As a US employer thinking of hiring in Mexico, it’s imperative to understand the intricacies of the payroll tax system in the country. Mexico operates under a progressive tax system, meaning that as an employee’s income increases, so does their tax rate. This guide offers a comprehensive view of the payroll and progressive tax system in Mexico, helping you navigate through the complexities involved.
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Progressive Income Tax: The Basics
The Mexican tax authority, known as the Servicio de Administración Tributaria (SAT), oversees the progressive income tax system. Employees’ income tax is withheld directly from their salaries by their employers and then remitted to the SAT. The income tax rates vary based on income brackets, ranging from 1.92% to 35%. Here’s an example of how these rates apply to different income levels:
|Income Level||Lower Limit||Higher Limit||Fixed Fee||Surplus Tax Rate|
These brackets are updated annually to reflect changes in economic conditions such as inflation, read the full guide and stay up to date here.
Employer Payroll Tax in Mexico: A State-Level Tax
Mexico imposes taxes at both the federal and state levels. While federal taxes are uniform throughout the country, state taxes differ based on the business’s location. One such state tax is the employer payroll tax, which is relatively simple to comprehend. This tax is levied as a percentage of the total payroll, and employers are responsible for its payment. The specific rate applied varies from state to state, typically ranging from 1% to 3% of employee salaries.
Mexican Employer Payroll Tax Rate By State
|State||Tax Rate||State||Tax Rate|
|Northern Baja California||1.8%.||Nayarit||3%.|
|Southern Baja California||2.5%.||Nuevo Leon||3%.|
|Chihuahua||4%.||San Luis Potosi||3%.|
Employment Subsidy: Supporting Lower Income Levels
Mexico’s tax system includes an employment subsidy for employees earning lower incomes. This subsidy functions as a tax credit, effectively reducing the amount of income tax that these employees need to pay. The goal is to support workers with lower salaries by decreasing their tax burden.
Social Security Contributions
Both employers and employees contribute to social security in Mexico. These contributions fund various benefits, including healthcare, pensions, and disability insurance. The employer’s contribution is significantly higher than that of the employee, with companies paying between 26.5% and 33.58% for social security, while employees contribute approximately 1.65%.
Other Mandatory Contributions
In addition to social security, employers in Mexico must contribute to other funds:
- Retirement fund contributions: 5.15%
- National Housing Fund (INFONAVIT): 5%
These contributions ensure that employees have access to housing and are financially secure in retirement.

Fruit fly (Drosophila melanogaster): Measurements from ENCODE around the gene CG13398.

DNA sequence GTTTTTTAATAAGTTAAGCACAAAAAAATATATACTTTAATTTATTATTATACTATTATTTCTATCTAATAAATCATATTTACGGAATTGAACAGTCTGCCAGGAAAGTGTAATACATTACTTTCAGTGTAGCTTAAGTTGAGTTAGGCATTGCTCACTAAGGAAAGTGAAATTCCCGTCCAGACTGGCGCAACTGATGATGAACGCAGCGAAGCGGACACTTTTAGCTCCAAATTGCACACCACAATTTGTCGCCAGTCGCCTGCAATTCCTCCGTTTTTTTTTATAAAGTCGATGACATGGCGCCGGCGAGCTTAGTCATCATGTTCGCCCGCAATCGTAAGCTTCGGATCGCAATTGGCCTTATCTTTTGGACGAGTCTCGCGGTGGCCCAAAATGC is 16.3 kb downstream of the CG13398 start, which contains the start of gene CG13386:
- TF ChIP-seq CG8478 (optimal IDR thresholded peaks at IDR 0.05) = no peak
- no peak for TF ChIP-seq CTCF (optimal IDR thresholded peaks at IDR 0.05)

Understanding Payroll Deductions
Several deductions are made from an employee’s salary:
- Income Tax: This is the largest deduction and varies depending on the employee’s income bracket.
- Social Security: This includes contributions to healthcare, pensions, and other benefits.
- Other Contributions: These may include union fees or other obligatory payments.
Changes in 2023: What US Employers Need to Know
Several changes have been implemented in 2023 that directly impact payroll:
- Minimum Wage: The minimum wage has increased by 20%. As of 2023, the general minimum wage is MXN$207.44 per day, while in the Free Zone of the Northern Border, it’s MXN$312.41 per day.
- Income Tax (ISR): Individuals will pay less ISR in 2023 due to an update in the tax rates that considers inflation over the past two years.
- Vacations: The number of paid vacation days has increased from 6 to 12 continuous days from the first year of work. This period can be distributed as the worker requires.
Navigating Payroll in Mexico: Internal Setup vs. Outsourcing
When setting up payroll in Mexico, you have two primary options: managing payroll internally or outsourcing to a Professional Employer Organization (PEO) or an Employer of Record (EOR).
- Internal Payroll: This involves hiring an HR team within Mexico and handling all payroll duties in-house. It requires registering the business with various local and national entities and complying with Mexican labor laws.
- Outsourcing to a PEO/EOR: PEOs and EORs manage various HR processes, including payroll, while ensuring compliance with local laws. This option can save time and resources, especially for smaller businesses or those new to operating in Mexico.
Key Takeaways for US Employers
- Stay informed about the progressive income tax rates and understand the employment subsidy available for lower-income employees.
- Factor in social security and other mandatory contributions when calculating payroll costs.
- Keep abreast of changes in Mexican labor law, such as the recent increases in the minimum wage and vacation days.
- Choose the most suitable payroll management option for your business size and needs, considering both internal and outsourced solutions.